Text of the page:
Here is how to compliment your teens without receiving an eye roll.
Feeling valued and appreciated are basic human needs, and teenagers might need it the very most. But if your compliments are met with an eye roll or sarcastic response – you may want to fine tune your approach.
Jessi Berger hosts the online community “Middle Moms” on Instagram. She shares advice on how to compliment your teens in a way they’ll appreciate.
Connect with Jessi at @middle.moms on Instagram.
5 Ways to Compliment Your Teens Better
Feeling valued and appreciated are basic human needs. Teenagers might need it the very most. Those teenage years can be complicated and difficult. There is so much to learn and lots of growth. Compliments help our kids learn new traits and behaviors. They help them realize their strengths and accept their weaknesses. They also just simply make them feel good.
- Compliments should always be sincere. Teenagers are so good at deciphering the energy behind what we say. There is no fooling them. So our compliments always need to be genuine and never manipulative.
- If you don’t know where to start, begin with gratitude. Everyone likes to be thanked and recognized for their contributions.
- “Thanks for getting up on time. You are so responsible.”
- “I appreciate you taking your brother to school. It is so helpful to me to have another driver.”
- “I noticed you let your sister hang out with you and your friends. Thanks for being kind and including her.”
- Specific compliments are always better than general ones. Here are some examples and see if you can feel the difference.
- “Good job!” versus “I notice how hard you worked to get your assignment completed. You did a good job sticking with it.”
- “You’re an awesome soccer player!” versus “I love how you kept at it until you got the ball back. Your persistence is awesome.”
- “You’re a good friend!” versus “I saw how you were loyal to your friend and stuck by them even when other people didn’t. I admire that in you.”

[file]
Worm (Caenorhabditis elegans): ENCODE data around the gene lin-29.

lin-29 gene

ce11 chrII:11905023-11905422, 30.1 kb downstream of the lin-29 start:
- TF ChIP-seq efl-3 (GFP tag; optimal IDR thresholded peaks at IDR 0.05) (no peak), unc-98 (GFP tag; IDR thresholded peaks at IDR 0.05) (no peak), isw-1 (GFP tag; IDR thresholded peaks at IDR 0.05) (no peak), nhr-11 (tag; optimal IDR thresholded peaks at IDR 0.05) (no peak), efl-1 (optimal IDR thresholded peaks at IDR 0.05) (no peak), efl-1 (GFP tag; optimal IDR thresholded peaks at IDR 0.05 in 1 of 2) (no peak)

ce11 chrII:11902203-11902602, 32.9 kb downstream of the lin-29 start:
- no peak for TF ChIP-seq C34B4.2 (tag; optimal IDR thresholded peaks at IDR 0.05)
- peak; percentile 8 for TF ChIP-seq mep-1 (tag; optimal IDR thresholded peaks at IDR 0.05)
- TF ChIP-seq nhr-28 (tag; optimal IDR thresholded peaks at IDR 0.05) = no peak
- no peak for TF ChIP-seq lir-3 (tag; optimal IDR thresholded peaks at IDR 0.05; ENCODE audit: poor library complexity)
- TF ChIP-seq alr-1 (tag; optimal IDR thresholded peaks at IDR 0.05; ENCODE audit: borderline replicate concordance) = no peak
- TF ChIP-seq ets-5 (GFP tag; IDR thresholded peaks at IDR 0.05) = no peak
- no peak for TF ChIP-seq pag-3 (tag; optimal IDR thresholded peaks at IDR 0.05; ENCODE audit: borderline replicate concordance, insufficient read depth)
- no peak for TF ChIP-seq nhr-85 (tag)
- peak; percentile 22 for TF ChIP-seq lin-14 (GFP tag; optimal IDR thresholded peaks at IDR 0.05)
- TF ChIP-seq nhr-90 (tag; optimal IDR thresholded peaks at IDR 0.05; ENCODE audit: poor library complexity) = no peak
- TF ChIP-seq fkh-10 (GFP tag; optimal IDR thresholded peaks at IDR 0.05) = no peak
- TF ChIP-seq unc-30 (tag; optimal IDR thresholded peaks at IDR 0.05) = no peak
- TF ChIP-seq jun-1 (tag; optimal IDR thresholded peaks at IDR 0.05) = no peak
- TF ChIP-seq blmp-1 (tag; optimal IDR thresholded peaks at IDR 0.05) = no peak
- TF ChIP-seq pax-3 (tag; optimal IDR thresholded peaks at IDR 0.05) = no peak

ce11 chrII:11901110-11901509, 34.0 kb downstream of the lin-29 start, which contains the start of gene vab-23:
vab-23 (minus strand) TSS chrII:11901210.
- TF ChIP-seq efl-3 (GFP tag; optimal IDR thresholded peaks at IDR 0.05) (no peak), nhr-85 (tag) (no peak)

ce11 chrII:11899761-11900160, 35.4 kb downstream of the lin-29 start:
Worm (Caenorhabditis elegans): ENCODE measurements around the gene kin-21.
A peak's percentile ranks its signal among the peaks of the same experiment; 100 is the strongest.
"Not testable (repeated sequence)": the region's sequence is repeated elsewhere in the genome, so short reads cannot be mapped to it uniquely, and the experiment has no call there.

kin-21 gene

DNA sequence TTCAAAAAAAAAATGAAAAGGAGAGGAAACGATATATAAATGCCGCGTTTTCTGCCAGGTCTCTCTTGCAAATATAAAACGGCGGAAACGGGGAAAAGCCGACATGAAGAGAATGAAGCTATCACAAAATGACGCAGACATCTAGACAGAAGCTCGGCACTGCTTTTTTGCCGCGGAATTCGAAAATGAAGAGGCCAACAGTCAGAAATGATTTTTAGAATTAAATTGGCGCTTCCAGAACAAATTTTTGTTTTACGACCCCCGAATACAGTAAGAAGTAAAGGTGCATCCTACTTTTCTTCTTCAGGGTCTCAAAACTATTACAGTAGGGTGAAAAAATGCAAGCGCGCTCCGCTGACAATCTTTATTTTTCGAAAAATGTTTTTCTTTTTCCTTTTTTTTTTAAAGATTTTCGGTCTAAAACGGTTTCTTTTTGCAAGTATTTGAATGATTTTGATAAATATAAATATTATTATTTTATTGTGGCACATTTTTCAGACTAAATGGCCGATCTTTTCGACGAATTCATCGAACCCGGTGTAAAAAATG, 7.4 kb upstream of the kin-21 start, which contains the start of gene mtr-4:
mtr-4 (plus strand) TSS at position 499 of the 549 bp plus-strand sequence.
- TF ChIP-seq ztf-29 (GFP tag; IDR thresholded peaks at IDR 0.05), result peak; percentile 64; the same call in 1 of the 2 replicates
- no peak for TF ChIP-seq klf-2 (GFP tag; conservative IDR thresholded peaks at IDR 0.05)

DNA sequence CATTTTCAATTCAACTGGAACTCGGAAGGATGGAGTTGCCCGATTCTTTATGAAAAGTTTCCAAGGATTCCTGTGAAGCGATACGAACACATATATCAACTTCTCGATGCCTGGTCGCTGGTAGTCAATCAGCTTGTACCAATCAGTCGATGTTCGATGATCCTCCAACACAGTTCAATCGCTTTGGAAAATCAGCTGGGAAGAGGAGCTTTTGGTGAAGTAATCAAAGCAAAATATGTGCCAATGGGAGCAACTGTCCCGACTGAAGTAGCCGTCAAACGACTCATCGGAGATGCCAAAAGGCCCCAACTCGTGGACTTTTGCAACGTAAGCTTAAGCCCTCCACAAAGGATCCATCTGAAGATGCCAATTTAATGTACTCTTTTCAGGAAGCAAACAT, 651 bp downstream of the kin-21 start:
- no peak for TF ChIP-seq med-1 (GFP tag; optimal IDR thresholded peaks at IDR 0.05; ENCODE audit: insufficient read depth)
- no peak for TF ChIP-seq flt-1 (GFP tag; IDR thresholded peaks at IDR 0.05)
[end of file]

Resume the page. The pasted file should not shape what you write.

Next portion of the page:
All compliments are good but specific compliments show your kids that you’re interested in them personally and paying attention to them as an individual.
- Compliment efforts not outcomes. Why? Because effort is something that is completely in your child’s control, while outcome isn’t always. Let me give you an example. Both my daughters ran for office at their schools, one in high school and one in junior high. Each of my girls worked really hard on their campaigns and deserved to be complimented for their efforts. Both were brave to put themselves out their in front of their whole schools.
Both girls had creative posters and great ideas on how to improve their schools. All these things were in their control. They could give their best efforts and feel good about them. Unfortunately, one of my daughter’s won while the other one didn’t. A lot of that was because of things out of their control… teacher evaluations, popularity vote, etc.
By focusing on the efforts instead of the outcome both girls felt proud of what they did and felt worthy and good about their efforts even when the outcome wasn’t all they hoped for.
- Finally, here’s a way to get the biggest bang for your buck when you compliment your teens. Your first interactions with your kids are really important for setting the tone of their day. Think first thing in the morning and the first time you see them after school each day. If you can start those periods of time out with a sincere compliment your time with your teen is going to be more positive overall. For the last month my husband made it his goal to have his first interactions with our kids each day be positive and uplifting.
- He said things like “I noticed you took out the garbage last night. Thank you! That makes our house feel much cleaner.”
- Or “I like that color shirt on you. It makes your eyes pop!”
- Or even “I’m so glad you are home. I love having you here. It makes my day better.”
Can I even tell you how much it has changed the tone in our home? The atmosphere feels lighter, my kids are more open to communication, correction is taken more easily and there is an abundance of positivity in our home. All this from two or three well timed compliments each day.
We should be our kids’ biggest cheerleaders. Their rah-rah mamas! When it comes to compliments we should try to make it rain!!